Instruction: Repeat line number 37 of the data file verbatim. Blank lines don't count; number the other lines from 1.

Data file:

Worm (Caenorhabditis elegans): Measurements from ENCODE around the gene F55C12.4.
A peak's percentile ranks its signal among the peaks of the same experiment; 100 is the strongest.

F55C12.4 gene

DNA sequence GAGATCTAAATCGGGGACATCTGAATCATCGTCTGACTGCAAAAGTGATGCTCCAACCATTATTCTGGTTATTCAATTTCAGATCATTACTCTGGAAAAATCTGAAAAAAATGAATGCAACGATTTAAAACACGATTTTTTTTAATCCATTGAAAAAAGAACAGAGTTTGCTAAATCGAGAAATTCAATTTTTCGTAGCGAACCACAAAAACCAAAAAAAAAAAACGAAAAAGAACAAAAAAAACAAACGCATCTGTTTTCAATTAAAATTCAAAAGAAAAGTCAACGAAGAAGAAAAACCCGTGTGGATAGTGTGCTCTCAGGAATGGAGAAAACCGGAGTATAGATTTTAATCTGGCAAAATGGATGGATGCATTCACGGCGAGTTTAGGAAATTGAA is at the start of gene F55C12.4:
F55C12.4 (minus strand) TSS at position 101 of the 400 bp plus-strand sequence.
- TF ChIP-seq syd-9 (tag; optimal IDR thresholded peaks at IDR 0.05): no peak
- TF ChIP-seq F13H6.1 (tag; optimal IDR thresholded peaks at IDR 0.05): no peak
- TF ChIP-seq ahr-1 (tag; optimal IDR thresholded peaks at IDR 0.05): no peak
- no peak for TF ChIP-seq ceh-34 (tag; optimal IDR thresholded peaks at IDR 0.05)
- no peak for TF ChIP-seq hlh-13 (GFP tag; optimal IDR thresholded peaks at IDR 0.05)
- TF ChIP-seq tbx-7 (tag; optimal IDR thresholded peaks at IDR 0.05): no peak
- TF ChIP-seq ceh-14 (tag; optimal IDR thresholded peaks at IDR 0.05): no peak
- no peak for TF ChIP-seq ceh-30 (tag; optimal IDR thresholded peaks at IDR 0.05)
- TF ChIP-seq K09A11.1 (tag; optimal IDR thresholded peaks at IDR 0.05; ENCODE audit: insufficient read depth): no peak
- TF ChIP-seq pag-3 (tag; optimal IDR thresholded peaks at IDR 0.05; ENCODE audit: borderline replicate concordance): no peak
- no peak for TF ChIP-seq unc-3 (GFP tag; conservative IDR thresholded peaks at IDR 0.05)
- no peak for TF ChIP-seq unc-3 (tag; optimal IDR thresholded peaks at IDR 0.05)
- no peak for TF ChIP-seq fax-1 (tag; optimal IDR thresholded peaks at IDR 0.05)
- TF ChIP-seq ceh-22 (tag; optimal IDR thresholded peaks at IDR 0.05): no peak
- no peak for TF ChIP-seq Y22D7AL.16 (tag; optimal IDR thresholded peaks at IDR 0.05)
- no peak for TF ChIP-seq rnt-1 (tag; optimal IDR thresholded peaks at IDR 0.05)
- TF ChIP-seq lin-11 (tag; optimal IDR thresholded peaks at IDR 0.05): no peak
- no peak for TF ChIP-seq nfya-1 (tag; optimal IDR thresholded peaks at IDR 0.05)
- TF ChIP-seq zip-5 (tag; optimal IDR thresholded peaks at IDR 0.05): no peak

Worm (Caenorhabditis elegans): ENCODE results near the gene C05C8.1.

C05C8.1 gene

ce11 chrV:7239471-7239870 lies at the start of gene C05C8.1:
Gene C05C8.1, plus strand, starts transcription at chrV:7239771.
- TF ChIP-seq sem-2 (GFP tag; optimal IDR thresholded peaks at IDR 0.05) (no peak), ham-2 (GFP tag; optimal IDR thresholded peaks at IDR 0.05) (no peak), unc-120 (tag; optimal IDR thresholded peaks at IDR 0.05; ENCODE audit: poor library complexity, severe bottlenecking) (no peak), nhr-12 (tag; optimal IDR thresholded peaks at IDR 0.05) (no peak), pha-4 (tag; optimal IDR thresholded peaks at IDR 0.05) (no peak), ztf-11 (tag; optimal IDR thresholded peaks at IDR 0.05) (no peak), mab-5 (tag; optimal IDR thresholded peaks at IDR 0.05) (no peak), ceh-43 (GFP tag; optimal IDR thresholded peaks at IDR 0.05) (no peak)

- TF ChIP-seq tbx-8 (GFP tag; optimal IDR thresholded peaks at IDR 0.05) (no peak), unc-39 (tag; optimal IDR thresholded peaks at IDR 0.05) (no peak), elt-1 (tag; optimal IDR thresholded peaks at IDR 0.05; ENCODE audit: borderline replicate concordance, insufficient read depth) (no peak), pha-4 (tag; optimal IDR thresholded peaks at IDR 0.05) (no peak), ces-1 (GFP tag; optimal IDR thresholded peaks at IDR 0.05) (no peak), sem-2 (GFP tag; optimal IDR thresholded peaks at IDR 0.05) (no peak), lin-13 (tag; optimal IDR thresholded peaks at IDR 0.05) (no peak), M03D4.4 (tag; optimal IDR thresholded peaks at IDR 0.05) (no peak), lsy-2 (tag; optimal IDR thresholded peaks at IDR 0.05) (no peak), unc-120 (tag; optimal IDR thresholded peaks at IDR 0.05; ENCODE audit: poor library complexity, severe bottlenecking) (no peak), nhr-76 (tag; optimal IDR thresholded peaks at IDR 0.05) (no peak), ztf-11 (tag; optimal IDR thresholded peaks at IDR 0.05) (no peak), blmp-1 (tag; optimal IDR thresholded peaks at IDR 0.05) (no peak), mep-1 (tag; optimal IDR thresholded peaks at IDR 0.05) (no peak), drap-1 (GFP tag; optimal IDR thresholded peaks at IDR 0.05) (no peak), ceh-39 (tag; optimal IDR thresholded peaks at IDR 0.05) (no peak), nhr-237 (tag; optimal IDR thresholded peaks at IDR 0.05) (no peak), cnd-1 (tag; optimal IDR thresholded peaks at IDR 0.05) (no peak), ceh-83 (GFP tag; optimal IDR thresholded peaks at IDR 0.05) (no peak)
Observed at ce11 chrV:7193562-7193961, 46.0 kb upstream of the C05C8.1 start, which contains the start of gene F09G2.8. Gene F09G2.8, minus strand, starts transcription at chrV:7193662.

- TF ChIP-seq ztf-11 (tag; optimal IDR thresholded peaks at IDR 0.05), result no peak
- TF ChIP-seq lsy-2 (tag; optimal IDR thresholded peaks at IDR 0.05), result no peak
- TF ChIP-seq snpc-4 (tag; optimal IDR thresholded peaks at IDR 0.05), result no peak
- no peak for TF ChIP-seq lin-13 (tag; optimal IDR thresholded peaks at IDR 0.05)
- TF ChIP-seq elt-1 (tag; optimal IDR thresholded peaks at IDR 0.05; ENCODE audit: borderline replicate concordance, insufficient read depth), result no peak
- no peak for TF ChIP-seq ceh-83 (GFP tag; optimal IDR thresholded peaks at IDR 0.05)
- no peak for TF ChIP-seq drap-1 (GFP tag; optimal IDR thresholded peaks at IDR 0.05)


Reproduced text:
- no peak for TF ChIP-seq ceh-83 (GFP tag; optimal IDR thresholded peaks at IDR 0.05)